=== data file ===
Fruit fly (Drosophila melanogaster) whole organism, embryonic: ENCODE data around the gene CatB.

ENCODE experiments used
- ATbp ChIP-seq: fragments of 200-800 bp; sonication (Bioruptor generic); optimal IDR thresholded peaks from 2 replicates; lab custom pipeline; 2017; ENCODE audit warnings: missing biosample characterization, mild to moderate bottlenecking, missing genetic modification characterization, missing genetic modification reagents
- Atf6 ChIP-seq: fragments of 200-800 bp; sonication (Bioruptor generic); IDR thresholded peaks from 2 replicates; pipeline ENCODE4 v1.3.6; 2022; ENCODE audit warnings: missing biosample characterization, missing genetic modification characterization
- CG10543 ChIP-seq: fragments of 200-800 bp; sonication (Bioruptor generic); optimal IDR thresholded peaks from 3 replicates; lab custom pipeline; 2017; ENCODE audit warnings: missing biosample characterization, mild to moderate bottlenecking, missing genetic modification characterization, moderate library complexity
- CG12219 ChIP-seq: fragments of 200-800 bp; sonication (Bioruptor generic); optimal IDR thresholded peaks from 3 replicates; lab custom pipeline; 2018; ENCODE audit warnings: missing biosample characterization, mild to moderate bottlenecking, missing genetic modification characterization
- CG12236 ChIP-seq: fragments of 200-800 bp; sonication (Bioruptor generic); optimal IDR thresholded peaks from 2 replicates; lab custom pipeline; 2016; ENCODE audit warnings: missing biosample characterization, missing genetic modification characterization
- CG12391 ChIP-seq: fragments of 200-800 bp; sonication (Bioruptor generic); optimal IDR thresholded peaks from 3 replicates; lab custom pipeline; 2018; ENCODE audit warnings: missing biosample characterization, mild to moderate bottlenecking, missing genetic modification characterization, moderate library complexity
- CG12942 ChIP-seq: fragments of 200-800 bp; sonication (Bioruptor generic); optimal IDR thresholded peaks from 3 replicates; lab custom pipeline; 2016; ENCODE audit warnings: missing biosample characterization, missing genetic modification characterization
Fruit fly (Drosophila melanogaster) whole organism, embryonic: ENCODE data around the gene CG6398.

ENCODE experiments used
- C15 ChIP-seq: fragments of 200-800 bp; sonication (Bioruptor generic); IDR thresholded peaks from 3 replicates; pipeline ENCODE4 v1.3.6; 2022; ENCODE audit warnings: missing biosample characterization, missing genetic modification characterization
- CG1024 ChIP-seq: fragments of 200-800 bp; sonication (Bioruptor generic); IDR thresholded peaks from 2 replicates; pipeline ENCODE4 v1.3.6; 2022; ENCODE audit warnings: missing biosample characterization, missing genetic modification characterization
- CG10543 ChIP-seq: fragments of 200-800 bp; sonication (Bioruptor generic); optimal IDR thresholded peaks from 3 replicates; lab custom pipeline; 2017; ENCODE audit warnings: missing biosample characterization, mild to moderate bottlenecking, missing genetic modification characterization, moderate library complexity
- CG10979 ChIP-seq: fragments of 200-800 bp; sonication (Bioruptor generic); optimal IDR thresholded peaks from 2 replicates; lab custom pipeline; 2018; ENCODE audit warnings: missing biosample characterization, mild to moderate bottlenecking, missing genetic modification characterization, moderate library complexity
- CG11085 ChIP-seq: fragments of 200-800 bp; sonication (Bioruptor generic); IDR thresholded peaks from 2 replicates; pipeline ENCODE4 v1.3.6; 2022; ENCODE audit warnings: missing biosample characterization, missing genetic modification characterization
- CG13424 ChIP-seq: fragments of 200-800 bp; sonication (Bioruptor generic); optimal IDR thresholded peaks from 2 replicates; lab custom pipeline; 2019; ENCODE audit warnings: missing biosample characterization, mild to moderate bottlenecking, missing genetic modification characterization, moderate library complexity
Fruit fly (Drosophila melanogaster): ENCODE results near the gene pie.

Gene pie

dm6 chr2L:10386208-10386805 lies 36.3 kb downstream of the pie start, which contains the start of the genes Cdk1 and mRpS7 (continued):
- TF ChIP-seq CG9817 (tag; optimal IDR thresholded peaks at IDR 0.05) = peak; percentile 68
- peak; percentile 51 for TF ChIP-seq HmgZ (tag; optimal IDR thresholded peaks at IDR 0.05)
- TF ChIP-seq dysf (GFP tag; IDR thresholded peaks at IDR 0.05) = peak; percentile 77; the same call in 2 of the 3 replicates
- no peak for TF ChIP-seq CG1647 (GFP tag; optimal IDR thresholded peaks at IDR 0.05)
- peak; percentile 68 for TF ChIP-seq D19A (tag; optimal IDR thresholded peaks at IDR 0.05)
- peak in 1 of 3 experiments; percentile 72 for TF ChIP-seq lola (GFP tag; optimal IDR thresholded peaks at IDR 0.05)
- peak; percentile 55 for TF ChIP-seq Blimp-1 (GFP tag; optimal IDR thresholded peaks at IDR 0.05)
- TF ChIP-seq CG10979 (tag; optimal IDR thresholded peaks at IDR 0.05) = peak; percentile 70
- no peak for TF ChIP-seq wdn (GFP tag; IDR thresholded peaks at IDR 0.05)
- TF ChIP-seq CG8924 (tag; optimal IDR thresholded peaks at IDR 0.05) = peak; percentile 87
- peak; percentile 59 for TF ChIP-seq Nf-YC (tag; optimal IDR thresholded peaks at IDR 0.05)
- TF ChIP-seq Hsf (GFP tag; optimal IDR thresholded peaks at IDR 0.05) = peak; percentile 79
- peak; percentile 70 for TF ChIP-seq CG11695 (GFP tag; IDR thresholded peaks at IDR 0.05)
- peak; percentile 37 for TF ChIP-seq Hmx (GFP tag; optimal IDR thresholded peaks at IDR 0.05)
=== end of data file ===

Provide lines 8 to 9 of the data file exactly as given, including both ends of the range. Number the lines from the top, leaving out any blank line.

- CG12391 ChIP-seq: fragments of 200-800 bp; sonication (Bioruptor generic); optimal IDR thresholded peaks from 3 replicates; lab custom pipeline; 2018; ENCODE audit warnings: missing biosample characterization, mild to moderate bottlenecking, missing genetic modification characterization, moderate library complexity
- CG12942 ChIP-seq: fragments of 200-800 bp; sonication (Bioruptor generic); optimal IDR thresholded peaks from 3 replicates; lab custom pipeline; 2016; ENCODE audit warnings: missing biosample characterization, missing genetic modification characterization